All live streams and archived performances from the Jacobs School of Music are available here.

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Houston Grand Opera production of “It’s a Wonderful Life.” Photo by Brian Mitchell.

It’s a Wonderful Life was commissioned by Houston Grand Opera, with the Jacobs School of Music and the San Francisco Opera, all of whom will share the original production. The world premiere was in Houston Dec. 2, 2016. Indiana performances will be Nov. 10, 11, 16 and 17, with the first two streamed live.

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Jake Heggie (left) with librettist Gene Scheer. Photo by Brian Mitchell.

The San Francisco Opera will present It’s a Wonderful Life during the 2018–19 season. After that, the next scheduled performances, and the first new production will be presented in Boulder by the CU Eklund Opera program in 2019.

Since the Houston opening, Heggie and Scheer have made a number of revisions to the opera. Heggie is currently in Bloomington observing rehearsals, to make sure that the changes work well on stage.

“The spots where it needed revision seemed very clear to me and to Gene, once we saw the production [in Houston],” Heggie says. “We cut a lot of material but we also rewrote, and I added new material where it was needed.”

Compared to the version performed in Houston and the workshop performances in Boulder, there are some major changes. “The whole prologue is cut way down so we get right into the story,” Heggie says. “We’ve tightened things up to make sure that we’re always telling the story.”

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Houston Grand Opera production of “It’s a Wonderful Life.” Photo by Brian Mitchell.

Heggie has also written some new material. “I expanded two arias, one for George and one for Mary in Act I that really help them open their hearts, and then I’ve added a beautiful—I think—duet between Mary Bailey and Claire the angel in Act II,” he says.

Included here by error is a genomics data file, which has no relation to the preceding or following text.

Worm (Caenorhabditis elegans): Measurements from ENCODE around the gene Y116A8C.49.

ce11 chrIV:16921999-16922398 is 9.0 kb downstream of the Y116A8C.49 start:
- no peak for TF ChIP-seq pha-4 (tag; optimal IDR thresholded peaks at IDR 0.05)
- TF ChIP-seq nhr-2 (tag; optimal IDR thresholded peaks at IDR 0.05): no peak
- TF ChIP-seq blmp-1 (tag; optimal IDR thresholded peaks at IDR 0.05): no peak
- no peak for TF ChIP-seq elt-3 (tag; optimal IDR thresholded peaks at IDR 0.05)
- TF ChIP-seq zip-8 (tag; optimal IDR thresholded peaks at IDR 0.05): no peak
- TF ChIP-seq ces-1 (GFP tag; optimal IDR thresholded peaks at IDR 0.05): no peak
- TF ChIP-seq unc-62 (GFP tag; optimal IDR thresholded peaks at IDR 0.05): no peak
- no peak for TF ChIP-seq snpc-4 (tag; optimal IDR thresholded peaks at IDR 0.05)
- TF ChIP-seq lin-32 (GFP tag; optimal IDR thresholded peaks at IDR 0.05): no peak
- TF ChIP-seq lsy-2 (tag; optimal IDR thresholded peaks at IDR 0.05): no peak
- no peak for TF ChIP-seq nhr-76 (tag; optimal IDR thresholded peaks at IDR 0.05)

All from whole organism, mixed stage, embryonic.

While Heggie has made revisions in earlier operas, he says these are the most extensive changes he’s ever made. “We cut an entire character—Mr. Gower, the pharmacist,” he explains. “We realized that we actually didn’t miss anything. We got all of the information we needed elsewhere, and the thing is that in opera you’ve got to move things along so that there’s time for the music to tell the story.”

The result of all these changes is that the opera has been tightened to a total running time of less than two hours. Heggie expects that these will be the last changes he will make, meaning that the version livestreamed from Bloomington will be the same for both San Francisco and the CU production. “My hope is that we’re really set after IU, and that we don’t have to do any more tinkering or trimming,” he says.

Indiana University’s other performances online

The Jacobs School of Music livestreaming site is a broad resource for classical music audiences, and especially opera fans. The school has a long and distinguished history of high-quality opera productions and other performances, dating back more than 50 years. Past opera productions and concert performances of both classical music and jazz from the Jacobs School of Music are available on demand.

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The Musical Arts Center at Indiana University, the venue for the Jacobs School of Music Opera Theater performances.

All but the very oldest of the archived opera streams include subtitles throughout. According to Philip Ponella, the Leonard Phillips and Mary Wennerstrom Director of the William and Gayle Cook Music Library at IU and director of Music Information Technology for the Jacobs School of Music, performances are generally archived if copyright restrictions allow, and left on the site for as long as practical. The project is still being developed, and policies may change.

The current site has performances archived, available on demand, from the past eight seasons. Opera performances on the site include standard repertoire, including Don Giovanni, Carmen and La Bohéme; less familiar rarities including Puccini’s La Rondine and L’Étoile by Emmanuel Chabrier; new works including The Tale of Lady Th Kính by P.Q. Phan; and several operas by Handel.

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Philip Ponella

Ponella says that it is important for the school to provide public access to their performances, and they encourage access to their streams from around the country. “First of all, many of us are concerned about the future of classical music and opera and the kind of things that we do here,” Ponella says. “One thing [Jacobs School of Music] Dean Gwyn Richards says that resonates with many of us is, how can we be more relevant to more people.